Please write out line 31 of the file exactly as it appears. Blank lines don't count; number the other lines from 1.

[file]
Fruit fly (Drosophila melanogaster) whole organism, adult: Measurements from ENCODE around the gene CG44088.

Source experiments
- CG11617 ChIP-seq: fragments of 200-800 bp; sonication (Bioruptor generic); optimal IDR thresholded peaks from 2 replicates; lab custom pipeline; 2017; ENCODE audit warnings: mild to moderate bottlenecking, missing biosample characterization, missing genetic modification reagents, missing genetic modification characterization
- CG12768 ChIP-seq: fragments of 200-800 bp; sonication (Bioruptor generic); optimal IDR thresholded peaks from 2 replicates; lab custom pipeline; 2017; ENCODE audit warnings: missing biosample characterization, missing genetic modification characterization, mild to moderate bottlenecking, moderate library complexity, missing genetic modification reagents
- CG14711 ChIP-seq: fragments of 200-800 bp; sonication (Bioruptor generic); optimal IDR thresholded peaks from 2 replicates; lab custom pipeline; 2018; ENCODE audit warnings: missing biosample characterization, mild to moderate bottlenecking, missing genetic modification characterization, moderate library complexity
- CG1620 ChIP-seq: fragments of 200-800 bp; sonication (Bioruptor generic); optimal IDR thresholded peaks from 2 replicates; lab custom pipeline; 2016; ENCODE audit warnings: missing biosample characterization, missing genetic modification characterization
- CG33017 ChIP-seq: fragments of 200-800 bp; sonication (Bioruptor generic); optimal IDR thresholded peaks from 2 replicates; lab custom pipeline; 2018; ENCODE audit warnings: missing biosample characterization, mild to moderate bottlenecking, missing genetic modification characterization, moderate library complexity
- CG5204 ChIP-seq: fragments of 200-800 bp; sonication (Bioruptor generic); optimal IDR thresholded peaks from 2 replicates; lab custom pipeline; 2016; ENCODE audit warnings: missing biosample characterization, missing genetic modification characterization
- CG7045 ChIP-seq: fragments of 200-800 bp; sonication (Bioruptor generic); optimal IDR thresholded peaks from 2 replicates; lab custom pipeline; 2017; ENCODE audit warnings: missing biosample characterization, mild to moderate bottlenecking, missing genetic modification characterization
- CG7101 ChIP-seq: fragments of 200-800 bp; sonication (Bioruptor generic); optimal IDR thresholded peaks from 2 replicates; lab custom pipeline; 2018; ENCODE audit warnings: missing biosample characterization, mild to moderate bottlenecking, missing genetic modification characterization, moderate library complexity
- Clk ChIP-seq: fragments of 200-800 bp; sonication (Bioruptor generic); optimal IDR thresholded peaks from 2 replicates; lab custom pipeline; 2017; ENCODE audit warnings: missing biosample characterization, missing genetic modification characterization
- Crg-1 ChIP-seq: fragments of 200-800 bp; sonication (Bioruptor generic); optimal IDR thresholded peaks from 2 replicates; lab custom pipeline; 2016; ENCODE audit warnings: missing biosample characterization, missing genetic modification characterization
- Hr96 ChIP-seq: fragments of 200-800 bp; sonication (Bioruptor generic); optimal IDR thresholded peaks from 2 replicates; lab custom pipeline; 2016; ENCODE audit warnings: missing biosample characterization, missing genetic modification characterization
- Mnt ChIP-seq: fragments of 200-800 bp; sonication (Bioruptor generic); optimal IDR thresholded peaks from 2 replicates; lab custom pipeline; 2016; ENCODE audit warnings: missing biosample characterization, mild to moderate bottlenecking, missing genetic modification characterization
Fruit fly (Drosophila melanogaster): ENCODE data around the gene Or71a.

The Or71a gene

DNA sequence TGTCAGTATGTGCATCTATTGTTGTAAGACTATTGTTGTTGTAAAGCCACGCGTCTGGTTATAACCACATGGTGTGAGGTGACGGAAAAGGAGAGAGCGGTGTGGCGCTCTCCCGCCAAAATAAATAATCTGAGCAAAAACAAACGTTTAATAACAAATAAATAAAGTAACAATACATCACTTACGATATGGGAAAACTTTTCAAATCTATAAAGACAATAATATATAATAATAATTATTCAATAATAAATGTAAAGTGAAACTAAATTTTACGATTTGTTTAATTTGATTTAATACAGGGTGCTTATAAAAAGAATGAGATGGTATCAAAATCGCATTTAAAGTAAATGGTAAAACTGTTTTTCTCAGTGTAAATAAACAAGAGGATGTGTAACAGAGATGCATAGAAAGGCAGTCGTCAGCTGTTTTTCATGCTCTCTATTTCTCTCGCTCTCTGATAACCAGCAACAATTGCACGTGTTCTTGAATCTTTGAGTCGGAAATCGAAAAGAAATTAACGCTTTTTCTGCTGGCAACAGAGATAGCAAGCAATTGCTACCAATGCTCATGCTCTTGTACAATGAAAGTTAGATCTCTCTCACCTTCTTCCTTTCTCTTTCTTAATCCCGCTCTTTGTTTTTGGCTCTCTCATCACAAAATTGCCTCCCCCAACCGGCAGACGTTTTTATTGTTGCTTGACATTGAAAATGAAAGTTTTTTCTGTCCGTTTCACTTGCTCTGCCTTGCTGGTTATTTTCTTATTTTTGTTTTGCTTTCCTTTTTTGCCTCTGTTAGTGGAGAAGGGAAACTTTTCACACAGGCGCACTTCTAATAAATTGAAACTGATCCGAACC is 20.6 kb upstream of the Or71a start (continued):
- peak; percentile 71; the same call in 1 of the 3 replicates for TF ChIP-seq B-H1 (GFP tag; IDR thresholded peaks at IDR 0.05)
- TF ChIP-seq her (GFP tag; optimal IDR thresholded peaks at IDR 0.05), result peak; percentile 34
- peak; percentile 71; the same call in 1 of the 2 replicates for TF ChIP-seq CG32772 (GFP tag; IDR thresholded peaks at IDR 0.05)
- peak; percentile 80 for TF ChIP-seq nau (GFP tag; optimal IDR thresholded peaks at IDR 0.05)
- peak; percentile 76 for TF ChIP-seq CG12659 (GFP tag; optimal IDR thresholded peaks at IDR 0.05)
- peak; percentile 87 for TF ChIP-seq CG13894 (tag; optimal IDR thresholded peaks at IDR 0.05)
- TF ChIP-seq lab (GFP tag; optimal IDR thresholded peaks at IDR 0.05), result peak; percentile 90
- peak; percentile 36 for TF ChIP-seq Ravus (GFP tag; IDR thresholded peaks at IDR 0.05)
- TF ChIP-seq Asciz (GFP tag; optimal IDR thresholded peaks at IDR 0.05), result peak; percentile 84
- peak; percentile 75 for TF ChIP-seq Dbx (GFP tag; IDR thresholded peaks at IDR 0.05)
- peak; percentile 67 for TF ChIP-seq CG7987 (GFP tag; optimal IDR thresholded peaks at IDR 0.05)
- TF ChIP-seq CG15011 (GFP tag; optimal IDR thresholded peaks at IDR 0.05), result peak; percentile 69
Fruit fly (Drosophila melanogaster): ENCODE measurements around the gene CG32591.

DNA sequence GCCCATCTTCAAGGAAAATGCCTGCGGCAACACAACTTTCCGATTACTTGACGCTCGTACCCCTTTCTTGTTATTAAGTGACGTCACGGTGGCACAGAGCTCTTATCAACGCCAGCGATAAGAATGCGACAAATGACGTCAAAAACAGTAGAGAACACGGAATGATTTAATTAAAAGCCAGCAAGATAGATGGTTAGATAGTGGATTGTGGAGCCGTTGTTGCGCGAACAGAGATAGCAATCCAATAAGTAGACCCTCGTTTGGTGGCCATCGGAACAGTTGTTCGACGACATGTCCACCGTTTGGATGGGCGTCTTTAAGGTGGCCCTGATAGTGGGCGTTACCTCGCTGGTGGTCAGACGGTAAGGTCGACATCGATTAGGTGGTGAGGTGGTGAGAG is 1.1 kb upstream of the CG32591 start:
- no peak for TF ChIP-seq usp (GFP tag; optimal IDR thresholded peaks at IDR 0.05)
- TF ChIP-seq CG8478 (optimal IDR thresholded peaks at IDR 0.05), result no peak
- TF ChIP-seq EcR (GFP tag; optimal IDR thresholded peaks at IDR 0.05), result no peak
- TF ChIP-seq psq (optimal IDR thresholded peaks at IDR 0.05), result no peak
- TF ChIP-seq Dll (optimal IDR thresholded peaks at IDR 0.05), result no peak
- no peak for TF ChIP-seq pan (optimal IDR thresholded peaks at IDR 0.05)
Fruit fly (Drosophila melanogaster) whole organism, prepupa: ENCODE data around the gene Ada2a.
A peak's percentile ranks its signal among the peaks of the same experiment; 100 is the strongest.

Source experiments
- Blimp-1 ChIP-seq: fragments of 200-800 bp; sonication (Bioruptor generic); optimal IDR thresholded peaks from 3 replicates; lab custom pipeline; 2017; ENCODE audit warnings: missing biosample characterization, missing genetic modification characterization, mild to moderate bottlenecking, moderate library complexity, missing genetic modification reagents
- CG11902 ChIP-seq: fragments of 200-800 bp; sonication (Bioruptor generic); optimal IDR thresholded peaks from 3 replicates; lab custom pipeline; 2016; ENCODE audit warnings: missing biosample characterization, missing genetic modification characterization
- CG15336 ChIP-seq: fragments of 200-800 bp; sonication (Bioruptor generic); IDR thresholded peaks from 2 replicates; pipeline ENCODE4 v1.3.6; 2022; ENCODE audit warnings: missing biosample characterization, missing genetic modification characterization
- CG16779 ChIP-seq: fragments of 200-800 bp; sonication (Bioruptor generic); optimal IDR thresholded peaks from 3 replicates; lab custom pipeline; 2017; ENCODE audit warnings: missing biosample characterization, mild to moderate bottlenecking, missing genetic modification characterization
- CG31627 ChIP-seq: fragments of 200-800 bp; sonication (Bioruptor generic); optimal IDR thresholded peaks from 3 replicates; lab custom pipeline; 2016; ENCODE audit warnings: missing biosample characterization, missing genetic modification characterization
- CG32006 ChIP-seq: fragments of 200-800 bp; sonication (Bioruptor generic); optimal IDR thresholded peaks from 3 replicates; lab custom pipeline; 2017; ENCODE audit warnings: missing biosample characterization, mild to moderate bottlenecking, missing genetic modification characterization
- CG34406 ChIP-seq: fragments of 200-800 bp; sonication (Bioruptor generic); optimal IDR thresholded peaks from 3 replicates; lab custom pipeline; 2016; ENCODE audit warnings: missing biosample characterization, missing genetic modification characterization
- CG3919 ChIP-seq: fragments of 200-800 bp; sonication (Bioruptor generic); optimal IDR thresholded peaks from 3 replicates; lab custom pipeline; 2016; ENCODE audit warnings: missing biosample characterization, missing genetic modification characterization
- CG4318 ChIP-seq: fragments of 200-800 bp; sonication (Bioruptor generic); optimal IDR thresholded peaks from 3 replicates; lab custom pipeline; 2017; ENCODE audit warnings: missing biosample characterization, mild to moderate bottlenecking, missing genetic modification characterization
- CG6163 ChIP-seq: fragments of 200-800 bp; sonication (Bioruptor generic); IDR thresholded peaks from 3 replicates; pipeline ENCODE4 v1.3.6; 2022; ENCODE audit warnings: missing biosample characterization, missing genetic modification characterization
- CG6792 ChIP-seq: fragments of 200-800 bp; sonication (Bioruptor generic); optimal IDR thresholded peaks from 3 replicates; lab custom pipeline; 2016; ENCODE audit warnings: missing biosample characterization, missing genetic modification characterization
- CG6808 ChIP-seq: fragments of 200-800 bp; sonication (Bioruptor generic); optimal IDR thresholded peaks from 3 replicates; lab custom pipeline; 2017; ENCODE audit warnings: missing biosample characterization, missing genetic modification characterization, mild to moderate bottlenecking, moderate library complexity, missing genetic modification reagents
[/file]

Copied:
DNA sequence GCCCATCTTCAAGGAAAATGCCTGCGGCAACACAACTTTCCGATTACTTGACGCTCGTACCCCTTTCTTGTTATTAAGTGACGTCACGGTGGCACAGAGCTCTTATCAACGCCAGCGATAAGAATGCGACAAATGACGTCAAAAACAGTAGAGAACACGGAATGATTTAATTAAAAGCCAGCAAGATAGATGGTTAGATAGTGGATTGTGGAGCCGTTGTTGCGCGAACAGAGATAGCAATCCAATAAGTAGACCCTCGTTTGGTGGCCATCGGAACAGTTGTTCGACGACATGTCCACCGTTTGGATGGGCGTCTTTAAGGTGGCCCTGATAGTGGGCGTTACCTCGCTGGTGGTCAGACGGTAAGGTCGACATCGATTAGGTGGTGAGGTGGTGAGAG is 1.1 kb upstream of the CG32591 start: